Saturday, September 16, 2006

Building SIP walls on the ground

The SIP panels that I ordered are kind of like a giant puzzle. Because they are joined by tongue-and-groove seams, there is occasionally a "preordained" sequence that must be followed in order to assemble the panels. And sometimes, this means trying to fit small panels on top of large panels 30+ feet in the air. Getting everything square and aligned with the timber frame and then inserting windows into the walls (at this elevation) can be quite difficult. Searching for a simpler (and safer) way to accomplish this, I decided to assemble ten of the panels together on the ground and fly them together all at once. In fact, we prehung the two most difficult windows in the assembly before flying it on to the timber frame. The photo-collage shows the sequence of events.

To keep things from bowing when the crane lifted the whole shebang, we made "walers" and "stiffbacks" out of 2x10s and secured them to the panels, . We first did a test lift with only the small window in place. After observing that the assembled bowed very little during the test lift, I decided to place the large semi-circular window into the assebmly as well. I would guess the semicircular window (8 feet by 5 feet) weighs over 250 lbs (it is difficult for 3 men to handle on solid ground), and putting it into place after the wall was lifted would have been no fun. To lessen the risk of cracking the large window during the lift, we only partially drove the nails that hold the window's nailing fin to the wall. This gave a little bit of play between the very rigid glass and the semi-rigid panels. It was a risk-vs-reward decision and the risk paid off for us.

As soon as we had the giant wall in place next to the timberframe, we quickly drove several of the panel screws into the frame, and then removed the crane rigging. This picture shows this interior wall of the timberframe and how its braces align with the windows. My wife and I morphed this design from several pictures we saw in magazines. We spent hours iterating between commercial window offerings and possible brace locations and radii. We are really pleased with how it turned out.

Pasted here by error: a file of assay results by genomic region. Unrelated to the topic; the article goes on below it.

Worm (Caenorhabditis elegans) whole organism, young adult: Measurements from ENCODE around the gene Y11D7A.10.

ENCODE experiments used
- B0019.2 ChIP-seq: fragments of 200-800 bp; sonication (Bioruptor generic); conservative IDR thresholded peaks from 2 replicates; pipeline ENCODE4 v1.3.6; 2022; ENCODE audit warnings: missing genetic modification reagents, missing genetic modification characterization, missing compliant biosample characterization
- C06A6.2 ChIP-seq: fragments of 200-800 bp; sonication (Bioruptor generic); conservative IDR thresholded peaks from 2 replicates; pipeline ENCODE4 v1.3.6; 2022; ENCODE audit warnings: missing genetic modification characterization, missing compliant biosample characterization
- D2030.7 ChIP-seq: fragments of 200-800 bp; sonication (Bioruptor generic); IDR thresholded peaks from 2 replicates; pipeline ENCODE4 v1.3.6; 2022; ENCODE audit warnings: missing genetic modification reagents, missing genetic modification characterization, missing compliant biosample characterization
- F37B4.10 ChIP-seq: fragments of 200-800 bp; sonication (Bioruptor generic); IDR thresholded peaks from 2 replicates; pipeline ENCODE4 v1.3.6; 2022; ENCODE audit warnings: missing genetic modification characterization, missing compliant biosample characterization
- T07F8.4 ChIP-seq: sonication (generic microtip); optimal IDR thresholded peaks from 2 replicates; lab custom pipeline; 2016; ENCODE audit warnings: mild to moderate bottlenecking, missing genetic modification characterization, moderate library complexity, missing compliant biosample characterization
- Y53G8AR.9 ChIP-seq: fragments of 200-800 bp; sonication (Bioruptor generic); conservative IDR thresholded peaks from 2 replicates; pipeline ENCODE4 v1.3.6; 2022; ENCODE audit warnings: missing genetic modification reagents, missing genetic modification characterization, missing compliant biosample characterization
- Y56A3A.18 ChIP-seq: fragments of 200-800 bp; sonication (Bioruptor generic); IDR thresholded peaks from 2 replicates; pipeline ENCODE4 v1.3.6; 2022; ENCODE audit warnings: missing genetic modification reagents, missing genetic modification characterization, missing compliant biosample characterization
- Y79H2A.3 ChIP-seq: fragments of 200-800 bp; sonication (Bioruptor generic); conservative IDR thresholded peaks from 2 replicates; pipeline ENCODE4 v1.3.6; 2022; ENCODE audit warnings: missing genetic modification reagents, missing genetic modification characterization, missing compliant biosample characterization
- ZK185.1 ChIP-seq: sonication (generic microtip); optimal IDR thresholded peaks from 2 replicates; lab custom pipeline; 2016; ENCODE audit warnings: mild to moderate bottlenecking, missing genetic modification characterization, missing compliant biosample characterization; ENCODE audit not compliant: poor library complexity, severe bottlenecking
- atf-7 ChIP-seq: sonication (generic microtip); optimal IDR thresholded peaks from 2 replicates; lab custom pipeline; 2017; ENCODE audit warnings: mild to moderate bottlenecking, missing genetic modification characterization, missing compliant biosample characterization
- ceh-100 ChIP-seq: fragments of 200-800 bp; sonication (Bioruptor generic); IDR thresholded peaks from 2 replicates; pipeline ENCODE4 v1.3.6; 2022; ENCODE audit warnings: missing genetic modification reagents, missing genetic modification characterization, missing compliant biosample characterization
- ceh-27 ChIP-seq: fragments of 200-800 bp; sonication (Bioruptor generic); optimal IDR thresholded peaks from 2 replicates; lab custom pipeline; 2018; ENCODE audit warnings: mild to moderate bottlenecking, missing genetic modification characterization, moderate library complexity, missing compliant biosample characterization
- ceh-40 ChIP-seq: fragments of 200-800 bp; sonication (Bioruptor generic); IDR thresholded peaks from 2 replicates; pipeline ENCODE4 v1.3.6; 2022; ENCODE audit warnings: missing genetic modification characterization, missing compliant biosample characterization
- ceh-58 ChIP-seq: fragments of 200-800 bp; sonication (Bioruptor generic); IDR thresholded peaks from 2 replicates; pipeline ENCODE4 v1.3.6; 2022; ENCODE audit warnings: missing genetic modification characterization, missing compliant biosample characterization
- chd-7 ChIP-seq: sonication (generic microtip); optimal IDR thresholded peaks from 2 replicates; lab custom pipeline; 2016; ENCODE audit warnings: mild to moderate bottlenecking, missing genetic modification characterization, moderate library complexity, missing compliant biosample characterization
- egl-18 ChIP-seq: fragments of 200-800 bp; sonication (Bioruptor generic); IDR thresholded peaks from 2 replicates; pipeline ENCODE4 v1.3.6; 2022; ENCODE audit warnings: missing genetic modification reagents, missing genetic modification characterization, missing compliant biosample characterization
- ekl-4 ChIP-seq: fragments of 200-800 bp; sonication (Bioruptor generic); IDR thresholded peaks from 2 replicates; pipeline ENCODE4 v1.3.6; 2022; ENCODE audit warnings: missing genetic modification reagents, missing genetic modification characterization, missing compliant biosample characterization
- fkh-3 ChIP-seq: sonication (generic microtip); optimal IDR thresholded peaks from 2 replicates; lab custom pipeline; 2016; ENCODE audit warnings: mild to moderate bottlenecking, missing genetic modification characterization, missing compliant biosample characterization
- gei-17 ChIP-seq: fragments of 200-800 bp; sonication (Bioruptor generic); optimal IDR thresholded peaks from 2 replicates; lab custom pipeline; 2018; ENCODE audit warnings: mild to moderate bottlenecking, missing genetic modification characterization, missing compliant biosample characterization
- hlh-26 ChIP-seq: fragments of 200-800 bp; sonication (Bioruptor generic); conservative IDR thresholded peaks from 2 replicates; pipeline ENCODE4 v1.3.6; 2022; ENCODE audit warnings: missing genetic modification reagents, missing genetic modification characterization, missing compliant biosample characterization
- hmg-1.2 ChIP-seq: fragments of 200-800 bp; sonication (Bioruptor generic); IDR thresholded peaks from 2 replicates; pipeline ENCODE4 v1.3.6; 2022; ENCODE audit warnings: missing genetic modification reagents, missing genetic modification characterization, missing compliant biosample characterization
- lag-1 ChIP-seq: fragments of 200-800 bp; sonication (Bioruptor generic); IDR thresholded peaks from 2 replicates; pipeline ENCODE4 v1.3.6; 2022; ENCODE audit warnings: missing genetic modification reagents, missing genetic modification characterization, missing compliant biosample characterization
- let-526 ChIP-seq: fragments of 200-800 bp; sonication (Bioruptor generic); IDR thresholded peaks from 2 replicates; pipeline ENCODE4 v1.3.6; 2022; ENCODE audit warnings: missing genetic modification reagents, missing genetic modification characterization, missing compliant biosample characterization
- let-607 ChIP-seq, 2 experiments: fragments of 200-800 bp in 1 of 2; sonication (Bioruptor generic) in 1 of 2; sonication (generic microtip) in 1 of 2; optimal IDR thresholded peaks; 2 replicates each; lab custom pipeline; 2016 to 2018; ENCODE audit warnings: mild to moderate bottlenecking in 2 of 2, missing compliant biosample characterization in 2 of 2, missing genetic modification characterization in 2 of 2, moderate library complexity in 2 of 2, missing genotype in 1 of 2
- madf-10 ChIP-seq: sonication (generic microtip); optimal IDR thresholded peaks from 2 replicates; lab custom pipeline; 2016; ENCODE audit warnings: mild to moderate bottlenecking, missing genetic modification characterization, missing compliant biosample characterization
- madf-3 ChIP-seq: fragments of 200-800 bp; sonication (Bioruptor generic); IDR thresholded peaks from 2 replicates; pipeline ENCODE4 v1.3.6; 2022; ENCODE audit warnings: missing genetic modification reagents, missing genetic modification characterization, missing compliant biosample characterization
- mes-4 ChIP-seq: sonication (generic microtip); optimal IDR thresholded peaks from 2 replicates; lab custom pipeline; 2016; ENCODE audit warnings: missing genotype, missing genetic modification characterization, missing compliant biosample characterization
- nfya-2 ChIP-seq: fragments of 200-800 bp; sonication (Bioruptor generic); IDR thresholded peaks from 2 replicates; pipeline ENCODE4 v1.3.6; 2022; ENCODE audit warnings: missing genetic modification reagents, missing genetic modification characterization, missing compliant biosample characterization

By the way, my wife selected all of the windows for our house, and ended up ordering about 70% Jeld-Wen brand windows and 30% Andersen brand windows. The styles are very similar, so if you pay attention, you can use the two brands together in the same room. The decision to use Jeld-Wen windows was largely price-driven, and Andersen windows were used only where Jeld-Wen did not have a viable offering for what we needed. With that said, I can tell you that the Jeld Wen windows appear to us to be of a much higher quality than the Andersen windows, even though the Jeld Wen windows are about 2/3's of the price! One reason the Jeld Wen windows seem so much sturdier could be that they have an aluminum exterior cladding whereas the Andersen windows have vinyl exterior cladding. The aluminum makes the wooden windows stronger, whereas the vinyl cladding more-or-less just protects the wooden windows. Of course the vinyl won't conduct heat as readily as the aluminum, but when you handle and install the aluminum clad windows, they feel like they're in a league above the vinyl clad windows. I should also mention that the aluminum nailing fin on the Jeld Wen windows lays a lot flatter on the exterior wall after being nailed. I will admit that I was a skeptic when my wife suggested buying "Jeld Wen" windows, whose name I couldn't even pronounce, but now I must concede that she really did her research.